A DISEASE of dogs never before found in Australia has been detected in the Kimberley region of Western Australia, leading to dog movement restrictions being placed on the region.
The Western Australian Department of Primary Industries advises that Ehrlichiosis, a tick-borne disease caused by the bacteria Ehrlichia canis, has been detected in a small number of dogs in the Halls Creek and Kununurra areas of the Kimberley region.
E. canis occurs worldwide, particularly in tropical and subtropical regions, but this is the first time it has been detected in Australia in dogs that are not imported from overseas.
Dog movement conditions
While surveillance is being carried out to determine the distribution of E. canis, conditions for dog movements out of the Kimberley region have been put in place to reduce the spread of the disease. These movement conditions apply to the shires of Broome, Derby-West Kimberley, Halls Creek and Wyndham-East Kimberley.
The Department of Primary Industries says it is liaising with the owners of the dogs and their private veterinarians and will be conducting further surveillance to determine the distribution of the disease. Dogs do not transmit the disease to each other, but transmission is maintained by a cycle of between ticks and dogs.
Ehrlichiosis has three phases: an ‘acute’ phase or early signs of disease, a ‘subclinical phase’ where there are no obvious visible signs of disease, and a ‘chronic’ or long-term stage.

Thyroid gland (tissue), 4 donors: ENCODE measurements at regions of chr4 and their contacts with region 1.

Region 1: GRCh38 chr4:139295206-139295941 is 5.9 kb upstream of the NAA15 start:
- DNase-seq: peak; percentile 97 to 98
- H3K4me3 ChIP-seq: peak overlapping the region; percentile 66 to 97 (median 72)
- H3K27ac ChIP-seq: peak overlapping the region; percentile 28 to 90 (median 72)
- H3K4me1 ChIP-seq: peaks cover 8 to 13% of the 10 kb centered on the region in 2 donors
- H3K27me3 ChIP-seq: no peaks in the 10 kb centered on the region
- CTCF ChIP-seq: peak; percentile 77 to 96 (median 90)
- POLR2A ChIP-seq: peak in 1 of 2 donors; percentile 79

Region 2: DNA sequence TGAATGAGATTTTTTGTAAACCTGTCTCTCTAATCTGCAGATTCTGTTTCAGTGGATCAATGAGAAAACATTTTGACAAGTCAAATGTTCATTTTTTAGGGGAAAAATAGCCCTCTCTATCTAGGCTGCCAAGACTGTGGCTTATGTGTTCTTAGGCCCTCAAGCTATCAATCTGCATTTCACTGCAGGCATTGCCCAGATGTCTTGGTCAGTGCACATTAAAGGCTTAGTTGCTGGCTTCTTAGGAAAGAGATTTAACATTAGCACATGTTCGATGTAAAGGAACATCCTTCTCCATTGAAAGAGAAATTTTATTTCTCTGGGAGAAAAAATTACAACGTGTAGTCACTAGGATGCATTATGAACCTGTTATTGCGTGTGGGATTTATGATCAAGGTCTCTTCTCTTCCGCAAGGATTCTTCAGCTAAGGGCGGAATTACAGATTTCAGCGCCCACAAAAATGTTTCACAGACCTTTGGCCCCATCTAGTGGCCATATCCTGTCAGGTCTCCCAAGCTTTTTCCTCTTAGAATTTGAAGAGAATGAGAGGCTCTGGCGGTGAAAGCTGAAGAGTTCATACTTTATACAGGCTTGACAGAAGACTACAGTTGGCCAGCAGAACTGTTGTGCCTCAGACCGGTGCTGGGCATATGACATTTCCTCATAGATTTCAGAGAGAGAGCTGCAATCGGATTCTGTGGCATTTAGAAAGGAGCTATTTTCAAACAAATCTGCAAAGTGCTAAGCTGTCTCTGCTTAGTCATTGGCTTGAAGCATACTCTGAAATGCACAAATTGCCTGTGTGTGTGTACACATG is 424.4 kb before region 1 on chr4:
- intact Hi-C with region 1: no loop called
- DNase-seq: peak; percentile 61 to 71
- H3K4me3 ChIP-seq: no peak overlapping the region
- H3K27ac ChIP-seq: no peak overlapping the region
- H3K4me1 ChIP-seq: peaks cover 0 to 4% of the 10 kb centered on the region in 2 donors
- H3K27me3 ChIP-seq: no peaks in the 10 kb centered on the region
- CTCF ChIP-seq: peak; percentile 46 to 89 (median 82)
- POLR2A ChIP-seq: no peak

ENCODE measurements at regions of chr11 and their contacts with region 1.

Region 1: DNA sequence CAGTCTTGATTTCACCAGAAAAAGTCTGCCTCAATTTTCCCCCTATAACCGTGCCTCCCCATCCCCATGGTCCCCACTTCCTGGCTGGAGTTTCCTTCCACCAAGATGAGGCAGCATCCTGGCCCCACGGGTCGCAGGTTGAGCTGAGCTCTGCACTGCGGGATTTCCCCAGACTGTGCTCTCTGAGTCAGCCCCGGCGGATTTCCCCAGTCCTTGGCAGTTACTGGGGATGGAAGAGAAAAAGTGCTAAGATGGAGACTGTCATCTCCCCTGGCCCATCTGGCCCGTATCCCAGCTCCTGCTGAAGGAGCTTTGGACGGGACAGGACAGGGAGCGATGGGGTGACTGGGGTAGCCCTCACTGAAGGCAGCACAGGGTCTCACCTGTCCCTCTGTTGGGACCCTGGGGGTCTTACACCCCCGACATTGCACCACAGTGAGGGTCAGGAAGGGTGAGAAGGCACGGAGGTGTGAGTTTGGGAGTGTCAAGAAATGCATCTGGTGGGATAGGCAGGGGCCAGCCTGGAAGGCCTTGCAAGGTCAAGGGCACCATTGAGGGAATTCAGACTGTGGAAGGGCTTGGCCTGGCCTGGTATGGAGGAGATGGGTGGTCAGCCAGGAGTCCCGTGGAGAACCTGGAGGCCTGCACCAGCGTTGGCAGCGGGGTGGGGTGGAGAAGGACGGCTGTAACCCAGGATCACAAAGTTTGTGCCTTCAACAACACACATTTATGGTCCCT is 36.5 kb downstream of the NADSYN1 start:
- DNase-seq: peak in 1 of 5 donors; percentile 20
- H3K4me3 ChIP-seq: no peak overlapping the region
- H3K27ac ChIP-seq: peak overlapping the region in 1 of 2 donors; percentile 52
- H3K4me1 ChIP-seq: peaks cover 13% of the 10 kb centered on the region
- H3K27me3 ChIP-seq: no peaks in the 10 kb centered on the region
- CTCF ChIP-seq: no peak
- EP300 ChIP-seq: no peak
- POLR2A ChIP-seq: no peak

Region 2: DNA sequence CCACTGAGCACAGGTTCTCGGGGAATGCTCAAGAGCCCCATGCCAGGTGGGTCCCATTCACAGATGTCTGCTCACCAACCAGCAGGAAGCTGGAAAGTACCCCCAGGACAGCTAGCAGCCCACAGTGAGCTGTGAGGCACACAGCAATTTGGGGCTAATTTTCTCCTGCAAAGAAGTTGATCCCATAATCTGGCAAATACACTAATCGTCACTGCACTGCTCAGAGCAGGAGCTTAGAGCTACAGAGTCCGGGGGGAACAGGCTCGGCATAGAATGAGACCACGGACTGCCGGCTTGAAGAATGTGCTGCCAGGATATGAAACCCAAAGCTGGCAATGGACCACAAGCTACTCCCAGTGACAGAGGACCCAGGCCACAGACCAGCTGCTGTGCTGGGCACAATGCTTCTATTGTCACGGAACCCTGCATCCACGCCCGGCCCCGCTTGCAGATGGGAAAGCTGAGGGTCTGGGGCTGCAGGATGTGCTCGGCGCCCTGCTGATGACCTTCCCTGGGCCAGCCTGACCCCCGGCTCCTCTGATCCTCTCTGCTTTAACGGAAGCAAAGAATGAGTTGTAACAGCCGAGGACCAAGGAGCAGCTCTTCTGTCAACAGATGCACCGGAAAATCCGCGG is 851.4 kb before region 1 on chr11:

The severity of the disease varies considerably among dogs. The incubation period for the development of acute disease is 1-3 weeks after the tick bite, but the chronic form of ehrlichiosis may not manifest until months or years following infection.
In the acute phase, symptons include fever, lethargy, enlarged lymph nodes, loss of appetite, discharge from the eyes and nose, weight loss and bleeding disorders. In the chronic phase, infected dogs may have increased susceptibility to secondary infections. This form of the disease can be fatal.
Working dogs are considered particularly susceptible, due to the greater likelihood of exposure to tick bite than companion animals.
To help prevent E. canis occurring, WA DPI advises:
- Maintaining dogs on a tick control program – ask your vet for the most suitable product and application regime.
- Avoiding taking dogs into tick-infested areas such as the bush where possible.
- Inspecting dogs for ticks after being in tick-infested areas (especially around the neck, head, ears, armpits and belly) and carefully removing any ticks. Vets can advise on the best methods of tick removal.
Source: WA DPI